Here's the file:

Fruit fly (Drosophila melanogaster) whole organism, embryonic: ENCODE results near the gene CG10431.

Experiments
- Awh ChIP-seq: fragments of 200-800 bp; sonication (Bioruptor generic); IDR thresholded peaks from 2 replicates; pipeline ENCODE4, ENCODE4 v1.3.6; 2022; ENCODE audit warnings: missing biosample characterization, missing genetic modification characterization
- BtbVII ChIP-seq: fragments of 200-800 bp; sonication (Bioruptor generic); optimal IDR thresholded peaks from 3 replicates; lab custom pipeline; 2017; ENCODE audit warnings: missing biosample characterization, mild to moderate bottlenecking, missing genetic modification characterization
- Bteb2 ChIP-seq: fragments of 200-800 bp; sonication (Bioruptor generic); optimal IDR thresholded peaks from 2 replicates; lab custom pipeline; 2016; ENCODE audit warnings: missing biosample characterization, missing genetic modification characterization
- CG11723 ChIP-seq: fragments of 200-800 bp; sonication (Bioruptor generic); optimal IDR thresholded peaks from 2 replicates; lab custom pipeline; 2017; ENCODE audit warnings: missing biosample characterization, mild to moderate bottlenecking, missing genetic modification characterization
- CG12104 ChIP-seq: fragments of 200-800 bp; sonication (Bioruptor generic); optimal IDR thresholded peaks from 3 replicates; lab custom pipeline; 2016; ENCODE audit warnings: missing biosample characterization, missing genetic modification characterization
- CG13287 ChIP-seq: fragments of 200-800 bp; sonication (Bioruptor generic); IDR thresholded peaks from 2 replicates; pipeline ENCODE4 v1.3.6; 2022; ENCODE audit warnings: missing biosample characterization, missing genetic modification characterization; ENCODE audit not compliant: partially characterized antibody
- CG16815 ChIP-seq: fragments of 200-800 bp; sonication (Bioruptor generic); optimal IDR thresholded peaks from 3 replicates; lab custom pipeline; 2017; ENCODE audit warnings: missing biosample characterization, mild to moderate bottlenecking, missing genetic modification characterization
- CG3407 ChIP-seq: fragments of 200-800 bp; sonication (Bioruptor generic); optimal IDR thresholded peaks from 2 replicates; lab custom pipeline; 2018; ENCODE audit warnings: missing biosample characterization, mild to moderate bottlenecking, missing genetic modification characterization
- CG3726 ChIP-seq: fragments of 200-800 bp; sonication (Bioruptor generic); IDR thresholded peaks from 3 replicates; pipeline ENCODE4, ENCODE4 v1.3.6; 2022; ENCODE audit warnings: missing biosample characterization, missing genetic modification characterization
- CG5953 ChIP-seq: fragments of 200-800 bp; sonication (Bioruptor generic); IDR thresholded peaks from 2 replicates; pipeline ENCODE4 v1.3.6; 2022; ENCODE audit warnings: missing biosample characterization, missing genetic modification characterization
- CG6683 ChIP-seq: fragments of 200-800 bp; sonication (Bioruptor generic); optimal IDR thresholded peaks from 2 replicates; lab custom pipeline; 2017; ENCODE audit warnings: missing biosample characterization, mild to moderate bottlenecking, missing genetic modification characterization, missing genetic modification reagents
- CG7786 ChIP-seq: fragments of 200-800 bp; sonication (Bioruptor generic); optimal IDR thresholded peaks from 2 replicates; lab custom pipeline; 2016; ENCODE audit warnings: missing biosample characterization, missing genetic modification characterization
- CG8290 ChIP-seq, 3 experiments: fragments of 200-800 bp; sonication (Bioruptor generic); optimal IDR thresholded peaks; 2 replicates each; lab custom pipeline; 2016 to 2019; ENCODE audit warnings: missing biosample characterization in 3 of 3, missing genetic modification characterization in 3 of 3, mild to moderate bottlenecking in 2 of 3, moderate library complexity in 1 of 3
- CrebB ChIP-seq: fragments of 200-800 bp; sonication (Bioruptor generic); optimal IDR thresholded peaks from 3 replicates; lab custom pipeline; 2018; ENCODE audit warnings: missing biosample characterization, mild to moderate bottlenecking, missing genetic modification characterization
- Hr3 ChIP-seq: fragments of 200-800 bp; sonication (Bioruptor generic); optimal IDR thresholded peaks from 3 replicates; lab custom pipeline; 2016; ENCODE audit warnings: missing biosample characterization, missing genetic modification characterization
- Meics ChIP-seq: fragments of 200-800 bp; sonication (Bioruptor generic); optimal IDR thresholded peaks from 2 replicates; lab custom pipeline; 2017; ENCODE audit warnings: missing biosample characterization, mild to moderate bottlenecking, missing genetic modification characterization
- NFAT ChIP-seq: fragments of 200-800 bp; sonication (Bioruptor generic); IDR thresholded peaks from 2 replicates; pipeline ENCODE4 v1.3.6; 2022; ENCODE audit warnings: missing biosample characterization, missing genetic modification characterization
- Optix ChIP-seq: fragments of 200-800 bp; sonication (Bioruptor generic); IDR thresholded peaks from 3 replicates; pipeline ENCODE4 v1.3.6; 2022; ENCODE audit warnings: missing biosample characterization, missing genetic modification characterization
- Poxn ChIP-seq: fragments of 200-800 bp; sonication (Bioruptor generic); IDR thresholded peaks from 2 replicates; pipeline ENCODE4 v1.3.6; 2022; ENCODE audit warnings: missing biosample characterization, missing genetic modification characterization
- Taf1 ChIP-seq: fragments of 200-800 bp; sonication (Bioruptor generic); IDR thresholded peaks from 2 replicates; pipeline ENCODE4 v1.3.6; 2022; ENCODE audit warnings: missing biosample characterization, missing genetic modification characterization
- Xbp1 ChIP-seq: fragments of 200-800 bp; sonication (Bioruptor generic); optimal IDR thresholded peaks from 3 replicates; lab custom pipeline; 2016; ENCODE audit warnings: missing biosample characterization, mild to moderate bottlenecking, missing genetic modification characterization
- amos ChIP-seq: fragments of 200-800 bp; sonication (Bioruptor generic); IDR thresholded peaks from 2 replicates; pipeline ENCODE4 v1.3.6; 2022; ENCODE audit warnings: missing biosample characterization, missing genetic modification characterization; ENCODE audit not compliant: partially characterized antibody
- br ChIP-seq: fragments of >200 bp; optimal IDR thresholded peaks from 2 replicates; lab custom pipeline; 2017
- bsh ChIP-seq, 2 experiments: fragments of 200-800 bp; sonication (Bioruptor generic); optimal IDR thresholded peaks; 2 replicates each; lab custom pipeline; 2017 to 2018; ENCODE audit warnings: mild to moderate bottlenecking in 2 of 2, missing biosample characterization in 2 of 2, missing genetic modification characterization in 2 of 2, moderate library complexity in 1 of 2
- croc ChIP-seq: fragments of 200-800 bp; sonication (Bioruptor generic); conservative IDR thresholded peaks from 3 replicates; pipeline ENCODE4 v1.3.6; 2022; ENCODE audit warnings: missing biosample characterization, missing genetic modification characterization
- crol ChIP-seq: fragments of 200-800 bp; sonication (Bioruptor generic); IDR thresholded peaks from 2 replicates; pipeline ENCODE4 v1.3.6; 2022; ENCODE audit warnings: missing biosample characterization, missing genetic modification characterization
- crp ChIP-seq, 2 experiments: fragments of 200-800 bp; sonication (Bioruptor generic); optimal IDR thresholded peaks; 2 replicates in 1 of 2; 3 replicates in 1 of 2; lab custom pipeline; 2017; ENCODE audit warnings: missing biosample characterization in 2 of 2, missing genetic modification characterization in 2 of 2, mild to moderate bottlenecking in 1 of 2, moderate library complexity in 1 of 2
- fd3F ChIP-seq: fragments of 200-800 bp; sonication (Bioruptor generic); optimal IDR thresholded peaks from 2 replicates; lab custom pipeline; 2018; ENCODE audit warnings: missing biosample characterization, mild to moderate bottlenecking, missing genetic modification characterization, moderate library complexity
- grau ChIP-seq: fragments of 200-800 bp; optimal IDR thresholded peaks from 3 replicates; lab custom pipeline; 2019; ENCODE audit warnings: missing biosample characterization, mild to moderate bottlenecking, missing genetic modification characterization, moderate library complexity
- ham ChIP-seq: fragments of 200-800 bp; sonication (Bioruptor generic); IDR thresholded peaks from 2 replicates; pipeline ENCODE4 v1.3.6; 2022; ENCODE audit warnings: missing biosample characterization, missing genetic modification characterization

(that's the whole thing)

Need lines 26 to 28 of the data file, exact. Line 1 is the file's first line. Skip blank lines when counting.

- bsh ChIP-seq, 2 experiments: fragments of 200-800 bp; sonication (Bioruptor generic); optimal IDR thresholded peaks; 2 replicates each; lab custom pipeline; 2017 to 2018; ENCODE audit warnings: mild to moderate bottlenecking in 2 of 2, missing biosample characterization in 2 of 2, missing genetic modification characterization in 2 of 2, moderate library complexity in 1 of 2
- croc ChIP-seq: fragments of 200-800 bp; sonication (Bioruptor generic); conservative IDR thresholded peaks from 3 replicates; pipeline ENCODE4 v1.3.6; 2022; ENCODE audit warnings: missing biosample characterization, missing genetic modification characterization
- crol ChIP-seq: fragments of 200-800 bp; sonication (Bioruptor generic); IDR thresholded peaks from 2 replicates; pipeline ENCODE4 v1.3.6; 2022; ENCODE audit warnings: missing biosample characterization, missing genetic modification characterization